Loved by both King and Nazarian for its multitasking capabilities, this tinted formula, which contains octinoxate, is a great everyday option. "It's the easiest way to streamline your routine," Nazarian says, "It contains sun-protective ingredients to shield skin from UV light, but it also has anti-aging ingredients such as peptides and antioxidants and comes in a tinted form for subtle coverage."
For those with acne-prone skin, King and Nazarian recommend this lightweight, octinoxate-based sunscreen. "This is a classic favorite because it is non-comedogenic, so it doesn’t cause breakouts or acne and contains niacinamide to calm sensitive skin," Nazarian says. Although it applies clear with no visible residue, it also comes in a tinted version.
Nazarian compares the application of this sunscreen formula to the smoothness of silk, which might help explain the hefty price tag. "This is a splurge product, but it does a great job protecting against UVA and UVB," Nazarian says. "It’s smooth and lightweight—a cosmetically elegant product."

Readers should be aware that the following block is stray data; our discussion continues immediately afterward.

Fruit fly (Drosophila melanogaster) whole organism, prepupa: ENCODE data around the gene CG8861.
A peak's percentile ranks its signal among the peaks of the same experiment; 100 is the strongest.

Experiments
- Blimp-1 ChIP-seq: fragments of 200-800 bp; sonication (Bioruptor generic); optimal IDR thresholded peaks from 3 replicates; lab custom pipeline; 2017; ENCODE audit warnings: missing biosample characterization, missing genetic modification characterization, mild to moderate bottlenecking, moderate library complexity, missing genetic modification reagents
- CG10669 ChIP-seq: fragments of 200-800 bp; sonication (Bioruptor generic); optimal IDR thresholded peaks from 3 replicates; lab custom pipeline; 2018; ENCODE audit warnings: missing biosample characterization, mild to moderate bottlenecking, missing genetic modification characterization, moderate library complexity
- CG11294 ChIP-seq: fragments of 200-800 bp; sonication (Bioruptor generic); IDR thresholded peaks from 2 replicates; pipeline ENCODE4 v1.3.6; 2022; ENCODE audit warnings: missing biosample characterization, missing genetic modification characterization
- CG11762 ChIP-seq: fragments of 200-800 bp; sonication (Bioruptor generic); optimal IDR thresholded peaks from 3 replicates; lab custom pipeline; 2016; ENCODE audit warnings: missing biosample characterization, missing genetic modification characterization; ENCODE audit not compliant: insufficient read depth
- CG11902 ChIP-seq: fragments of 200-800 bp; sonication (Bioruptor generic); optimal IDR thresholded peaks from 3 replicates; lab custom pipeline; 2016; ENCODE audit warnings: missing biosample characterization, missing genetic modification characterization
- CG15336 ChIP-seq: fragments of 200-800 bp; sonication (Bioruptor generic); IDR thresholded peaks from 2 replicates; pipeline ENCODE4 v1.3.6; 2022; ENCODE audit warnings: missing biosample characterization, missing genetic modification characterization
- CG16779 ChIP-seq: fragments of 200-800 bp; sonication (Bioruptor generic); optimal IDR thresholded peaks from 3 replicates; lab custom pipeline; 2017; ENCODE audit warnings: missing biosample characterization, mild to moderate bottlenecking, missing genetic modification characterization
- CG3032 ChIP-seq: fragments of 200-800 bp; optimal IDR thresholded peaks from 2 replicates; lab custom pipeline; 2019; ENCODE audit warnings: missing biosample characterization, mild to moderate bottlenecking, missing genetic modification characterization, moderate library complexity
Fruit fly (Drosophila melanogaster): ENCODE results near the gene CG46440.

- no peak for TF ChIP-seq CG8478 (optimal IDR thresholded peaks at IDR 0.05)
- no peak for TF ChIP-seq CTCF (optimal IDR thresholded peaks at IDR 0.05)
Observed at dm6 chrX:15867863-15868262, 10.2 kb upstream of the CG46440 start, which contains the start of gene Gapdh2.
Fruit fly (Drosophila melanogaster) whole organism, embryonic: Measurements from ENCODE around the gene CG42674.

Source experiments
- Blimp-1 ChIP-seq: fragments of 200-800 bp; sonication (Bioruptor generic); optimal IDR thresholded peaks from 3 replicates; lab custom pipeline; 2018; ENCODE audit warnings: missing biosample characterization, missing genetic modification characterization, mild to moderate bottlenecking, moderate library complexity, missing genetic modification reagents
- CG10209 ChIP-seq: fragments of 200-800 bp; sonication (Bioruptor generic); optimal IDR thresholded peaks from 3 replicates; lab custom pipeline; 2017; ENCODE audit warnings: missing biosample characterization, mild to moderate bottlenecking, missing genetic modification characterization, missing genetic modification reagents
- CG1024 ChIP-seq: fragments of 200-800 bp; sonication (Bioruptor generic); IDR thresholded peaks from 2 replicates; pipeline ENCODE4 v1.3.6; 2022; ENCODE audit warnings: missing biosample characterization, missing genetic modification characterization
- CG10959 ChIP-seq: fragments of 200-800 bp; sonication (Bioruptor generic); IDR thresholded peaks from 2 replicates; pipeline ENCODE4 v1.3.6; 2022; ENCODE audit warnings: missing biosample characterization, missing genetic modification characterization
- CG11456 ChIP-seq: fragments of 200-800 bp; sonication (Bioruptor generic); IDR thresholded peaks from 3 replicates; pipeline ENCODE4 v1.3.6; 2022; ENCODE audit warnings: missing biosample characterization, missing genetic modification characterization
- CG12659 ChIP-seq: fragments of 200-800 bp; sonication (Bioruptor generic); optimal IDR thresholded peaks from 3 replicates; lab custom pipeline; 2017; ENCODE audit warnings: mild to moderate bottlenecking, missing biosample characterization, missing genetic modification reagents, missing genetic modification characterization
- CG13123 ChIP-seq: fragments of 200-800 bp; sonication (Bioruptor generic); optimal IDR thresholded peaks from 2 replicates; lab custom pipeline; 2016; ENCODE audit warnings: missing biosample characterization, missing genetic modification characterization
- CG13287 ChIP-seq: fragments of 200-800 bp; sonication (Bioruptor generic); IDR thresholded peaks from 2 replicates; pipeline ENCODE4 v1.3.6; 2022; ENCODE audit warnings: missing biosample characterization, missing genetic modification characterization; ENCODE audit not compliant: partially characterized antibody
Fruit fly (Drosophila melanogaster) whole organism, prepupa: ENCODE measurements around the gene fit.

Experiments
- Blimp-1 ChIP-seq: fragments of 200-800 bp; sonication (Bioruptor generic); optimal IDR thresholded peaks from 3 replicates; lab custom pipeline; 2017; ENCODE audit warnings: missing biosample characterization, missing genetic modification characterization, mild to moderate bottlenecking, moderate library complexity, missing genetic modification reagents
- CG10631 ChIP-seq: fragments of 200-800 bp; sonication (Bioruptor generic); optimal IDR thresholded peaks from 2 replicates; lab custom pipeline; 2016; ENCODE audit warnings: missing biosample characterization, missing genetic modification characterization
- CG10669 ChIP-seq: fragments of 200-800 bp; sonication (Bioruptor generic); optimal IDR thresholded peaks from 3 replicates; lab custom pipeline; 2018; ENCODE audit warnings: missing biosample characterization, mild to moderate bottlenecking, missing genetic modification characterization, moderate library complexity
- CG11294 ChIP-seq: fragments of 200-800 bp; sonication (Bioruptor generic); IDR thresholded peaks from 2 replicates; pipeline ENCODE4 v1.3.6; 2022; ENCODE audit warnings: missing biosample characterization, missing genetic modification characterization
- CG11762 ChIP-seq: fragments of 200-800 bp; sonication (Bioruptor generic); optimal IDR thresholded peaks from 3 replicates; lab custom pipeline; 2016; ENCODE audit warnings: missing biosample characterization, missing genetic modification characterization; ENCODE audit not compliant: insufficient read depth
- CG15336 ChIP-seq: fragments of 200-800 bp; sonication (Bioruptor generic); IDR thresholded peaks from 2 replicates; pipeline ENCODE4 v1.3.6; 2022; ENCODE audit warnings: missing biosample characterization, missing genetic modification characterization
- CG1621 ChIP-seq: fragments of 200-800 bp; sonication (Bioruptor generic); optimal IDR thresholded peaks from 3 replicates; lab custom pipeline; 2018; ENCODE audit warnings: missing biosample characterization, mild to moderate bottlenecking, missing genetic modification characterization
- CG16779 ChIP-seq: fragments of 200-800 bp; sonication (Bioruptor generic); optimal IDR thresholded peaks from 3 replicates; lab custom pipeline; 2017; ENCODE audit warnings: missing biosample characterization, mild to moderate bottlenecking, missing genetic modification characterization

(Note: This product is currently sold out, but we recommend Paula's Choice Youth-Extending Daily Hydrating Fluid SPF 50, $33, as an alternative).
This lightweight moisturizer has the bonus of SPF 30 sun protection, thanks to the octinoxate it contains along with other chemical filters, avobenzone and octocrylene. For that reason, this protective moisturizer is one of Nazarian's top picks for daily use. And in case you're interested in more moisturizers with SPF options, then look no further than our list of the top ones here.
This formula, a combination of both chemical and physical blockers, is a Byrdie favorite. Not only does it block the harmful effects of UVA and UVB rays, but it also promises to protect against infrared radiation and free radical damage with antioxidants.
Quite possibly the most versatile product on this list, these sun drops make protecting your skin as easy as one-two-three. First, use the dropper to add a generous amount of the sun drops into the palm of your hand. Then, mix it into your regular moisturizer, serum, or liquid foundation. For the last step, apply the mixture onto your face until the entire area is covered. See? Easy.
The zinc oxide in this part physical, part chemical sunscreen makes it a great choice for those with acne-prone skin, while the octinoxate allows the formula to be lightweight and easy to layer under other daily skincare products. It's easy to see why this SPF is a Byrdie-editor favorite.
Geoffrey K, Mwangi AN, Maru SM. Sunscreen products: Rationale for use, formulation development and regulatory considerations. Saudi Pharm J. 2019;27(7):1009-1018. doi:10.1016/j.jsps.2019.08.003
Poljšak B, Dahmane R. Free radicals and extrinsic skin aging. Dermatol Res Pract. 2012;2012:135206. doi:10.1155/2012/135206
Skin Cancer Foundation. All about sunscreen. Updated January, 2021.